The Nomads Of Siakobvu…A Sad Reality Caused By Droughts and Malnutrition

By Michael Gwarisa in Kariba, Siakobvu

A 350 kilometer drive through the woods and dense forest from Kariba town through a meandering dusty and partially gravel road leads one to an almost invisible settlement called Siakobvu  in Nyaminyami rural district.

Every year, the people in the area have to contend with little food hand-outs they get from well-wishers and non-governmental organisations owing to the perennial hunger and critical food shortages the community experiences annually.

Even though some farmers in the area have already commenced land preparations for the 2017/18 cropping season, most villagers have given up hope of sowing any seed following a series of tragic events from previous years which have resulted in them losing their hard earned crop to various catastrophes.

 

Due to persistent erratic rains, famers are forced to migrate almost after every three to five years to search for alternative fertile soils. Zimbabwe is divided into five natural regions that is 1,2,3,4 and 5 and unfortunately, Siakobvu has more characteristics of both regions 4 and 5, which are undeniably the hottest regions in the country.

In an interview with HealthTimes in Siyakobvu recently, Village Headman Manyepa bemoaned the persistent food shortages in the area as a result of the extreme weather conditions and huge presence of wildlife.

 

“It is difficult to harvest anything meaningful in these soils, as you have seen, most our fields are rocky and if it becomes hot, the crops are burnt beyond normal wilting point. The wildlife issue is also an issue around here considering we are living in an area where wildlife roams freely without any restrictions.

“Baboons, elephants, Warthogs among a host of others just make our lives a living hell around here as a result, the malnutrition cases in our children and some adults is shocking,” said Headman Manyepa.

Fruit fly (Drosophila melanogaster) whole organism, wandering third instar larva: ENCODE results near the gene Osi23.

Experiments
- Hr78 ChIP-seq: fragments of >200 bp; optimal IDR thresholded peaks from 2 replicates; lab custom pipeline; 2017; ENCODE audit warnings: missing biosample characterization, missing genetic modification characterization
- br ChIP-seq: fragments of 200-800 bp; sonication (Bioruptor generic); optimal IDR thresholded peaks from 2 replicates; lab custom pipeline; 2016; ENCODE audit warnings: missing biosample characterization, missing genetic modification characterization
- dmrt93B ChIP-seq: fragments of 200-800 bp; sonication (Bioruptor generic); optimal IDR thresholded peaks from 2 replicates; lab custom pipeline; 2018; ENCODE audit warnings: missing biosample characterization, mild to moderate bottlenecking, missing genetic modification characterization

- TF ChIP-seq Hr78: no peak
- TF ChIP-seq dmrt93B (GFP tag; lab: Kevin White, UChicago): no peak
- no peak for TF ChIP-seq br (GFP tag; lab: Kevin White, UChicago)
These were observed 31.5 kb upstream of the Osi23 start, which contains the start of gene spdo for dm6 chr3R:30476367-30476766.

He added that his village has more than 70 families but getting a decent meal on any of those tables was a nightmare of double proportion.

“In my area, the food situation is dire, many a times we end up digging out wild tuber roots (Nyenya) for food but those ones can only be on a temporal bases, you can’t live on roots, you need proper food in your tummy.”

Another Villager who is also a Village Health worker in Siakobvu, Tinarwo Muchimba said most villagers had relocated or taken their agricultural activities close to river banks is it presents them with better harvest prospects.

Siakobvu Village Health Worker Tinarwo Maimba speaking to HealthTimes’s Michael Gwarisa 

“It is difficult to stay in one place here in Siakobvu, its either you continue staying in an infertile land or you move to better soils. Both the choices do not present us with any opportunities that we could say is permanent.

“The starvation and hunger this side is massive, we survive on food hand-outs from NGOs and other well wishers, that is why even our children are highly malnourished and need serious attention,” said Maimba.

Siakobvu falls under Kariba district which according to statistics has been one of the worst affected districts reporting high levels of malnutrition. In 2016 prevalence of global acute malnutrition among children under five years was 17.3%, a figure noted as excessively high.

Siakobvu is in Ward 8, under Mashonaland West province. However, a plethora of factors seem to be exacerbating the malnutrition scourge despite massive efforts by NOGs like Save the Children through their partnership with the ministry of health and child care.

Speaking to HealthTimes,Nyaminyami Rural district council Social Services Executive Officer  Karikoga Mutashu said cases of malnutrition in the area are very high and the community had the highest cases of both Severe Acute Malnutrition (SAM) and Moderate Acute Malnutrition (MAM).

“There are a lot of prohibitive factors to the fight against malnutrition here in Siakobvu, we have the issue of roads and inaccessibility of the areas around here. We also have the aspect of ignorance by villagers to most critical information since receiving radio signal in the area is more of a challenge.

“The communities around here are highly nomadic as they try to escape from the poor soils. They rarely get normal yields and they are always having food problems. The other issue is that of pricing of nutritious foods here, it’s a bit on the high and most people around here cannot afford high prices,” said Mutashu.

Save the Children has engaged Village health workers to help drive the nutrition and Water and Sanitation Project in the area. The project is being funded by the Office for Foreign Disaster Assistance (OFDA).

 

 

 

 

 

 

 

 

 

 

 

 

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